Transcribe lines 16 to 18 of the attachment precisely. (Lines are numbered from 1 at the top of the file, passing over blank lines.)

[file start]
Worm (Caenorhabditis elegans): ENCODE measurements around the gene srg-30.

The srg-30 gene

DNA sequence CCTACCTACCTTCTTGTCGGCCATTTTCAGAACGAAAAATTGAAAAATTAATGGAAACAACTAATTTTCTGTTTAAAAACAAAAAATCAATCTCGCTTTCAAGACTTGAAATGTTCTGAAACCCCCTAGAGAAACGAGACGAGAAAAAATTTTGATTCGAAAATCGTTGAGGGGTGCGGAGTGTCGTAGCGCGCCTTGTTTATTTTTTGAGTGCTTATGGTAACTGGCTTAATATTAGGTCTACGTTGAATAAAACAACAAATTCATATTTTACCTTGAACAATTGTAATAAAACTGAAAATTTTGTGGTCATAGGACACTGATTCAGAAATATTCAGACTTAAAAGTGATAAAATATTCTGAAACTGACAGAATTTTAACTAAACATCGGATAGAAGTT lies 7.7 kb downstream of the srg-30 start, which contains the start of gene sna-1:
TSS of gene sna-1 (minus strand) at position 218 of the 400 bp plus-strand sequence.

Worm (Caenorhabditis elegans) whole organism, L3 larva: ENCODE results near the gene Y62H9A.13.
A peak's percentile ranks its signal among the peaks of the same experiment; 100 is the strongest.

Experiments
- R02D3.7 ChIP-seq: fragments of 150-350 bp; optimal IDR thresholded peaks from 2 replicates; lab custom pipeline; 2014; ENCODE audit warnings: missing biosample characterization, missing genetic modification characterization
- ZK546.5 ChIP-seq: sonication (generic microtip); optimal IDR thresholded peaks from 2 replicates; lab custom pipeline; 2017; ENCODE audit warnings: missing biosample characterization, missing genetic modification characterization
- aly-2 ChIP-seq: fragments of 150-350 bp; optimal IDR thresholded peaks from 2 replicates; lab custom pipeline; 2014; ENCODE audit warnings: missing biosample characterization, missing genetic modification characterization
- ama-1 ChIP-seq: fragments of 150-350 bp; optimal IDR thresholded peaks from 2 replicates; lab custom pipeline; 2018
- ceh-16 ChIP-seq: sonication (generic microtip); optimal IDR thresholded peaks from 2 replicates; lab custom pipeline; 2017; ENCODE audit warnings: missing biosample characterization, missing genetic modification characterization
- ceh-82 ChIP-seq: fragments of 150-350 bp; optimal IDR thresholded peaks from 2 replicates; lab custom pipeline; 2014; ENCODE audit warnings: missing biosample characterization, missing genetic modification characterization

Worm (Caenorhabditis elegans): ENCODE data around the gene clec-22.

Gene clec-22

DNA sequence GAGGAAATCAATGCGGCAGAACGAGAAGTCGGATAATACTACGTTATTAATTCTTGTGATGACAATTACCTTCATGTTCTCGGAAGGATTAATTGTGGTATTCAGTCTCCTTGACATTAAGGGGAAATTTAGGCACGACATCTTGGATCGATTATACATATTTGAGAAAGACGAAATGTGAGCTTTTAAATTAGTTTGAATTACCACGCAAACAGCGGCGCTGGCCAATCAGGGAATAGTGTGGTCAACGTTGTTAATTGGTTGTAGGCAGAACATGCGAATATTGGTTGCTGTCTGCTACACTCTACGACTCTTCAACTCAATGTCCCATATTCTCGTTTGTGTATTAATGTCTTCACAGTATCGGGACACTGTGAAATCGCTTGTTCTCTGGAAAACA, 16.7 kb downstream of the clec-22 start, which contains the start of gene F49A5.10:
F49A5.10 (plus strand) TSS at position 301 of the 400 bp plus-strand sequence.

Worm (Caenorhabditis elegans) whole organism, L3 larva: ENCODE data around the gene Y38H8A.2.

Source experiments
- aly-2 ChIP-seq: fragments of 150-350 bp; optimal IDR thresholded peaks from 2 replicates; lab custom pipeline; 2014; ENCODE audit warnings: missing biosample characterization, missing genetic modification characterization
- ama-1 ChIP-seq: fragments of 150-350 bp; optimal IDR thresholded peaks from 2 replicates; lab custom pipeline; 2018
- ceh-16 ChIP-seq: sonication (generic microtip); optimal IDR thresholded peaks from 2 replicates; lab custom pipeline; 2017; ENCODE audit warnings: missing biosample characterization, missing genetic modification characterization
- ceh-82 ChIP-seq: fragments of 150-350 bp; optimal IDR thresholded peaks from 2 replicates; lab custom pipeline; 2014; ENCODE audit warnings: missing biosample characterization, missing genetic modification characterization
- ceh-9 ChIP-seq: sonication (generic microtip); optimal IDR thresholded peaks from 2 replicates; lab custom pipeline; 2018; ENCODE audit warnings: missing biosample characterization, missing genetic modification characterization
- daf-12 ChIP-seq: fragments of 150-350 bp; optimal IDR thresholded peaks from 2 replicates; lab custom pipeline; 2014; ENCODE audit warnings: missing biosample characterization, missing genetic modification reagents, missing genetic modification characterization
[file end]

DNA sequence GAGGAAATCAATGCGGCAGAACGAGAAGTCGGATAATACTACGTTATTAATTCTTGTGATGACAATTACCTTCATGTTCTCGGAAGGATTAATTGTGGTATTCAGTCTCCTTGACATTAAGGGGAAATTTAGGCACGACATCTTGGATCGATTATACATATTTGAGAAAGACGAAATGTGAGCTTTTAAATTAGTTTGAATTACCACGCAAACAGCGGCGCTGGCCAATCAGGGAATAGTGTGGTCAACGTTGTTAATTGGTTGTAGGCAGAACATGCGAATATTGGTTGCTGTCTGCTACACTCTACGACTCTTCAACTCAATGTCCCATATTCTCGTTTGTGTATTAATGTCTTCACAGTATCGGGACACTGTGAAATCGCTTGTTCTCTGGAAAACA, 16.7 kb downstream of the clec-22 start, which contains the start of gene F49A5.10:
F49A5.10 (plus strand) TSS at position 301 of the 400 bp plus-strand sequence.

Worm (Caenorhabditis elegans) whole organism, L3 larva: ENCODE data around the gene Y38H8A.2.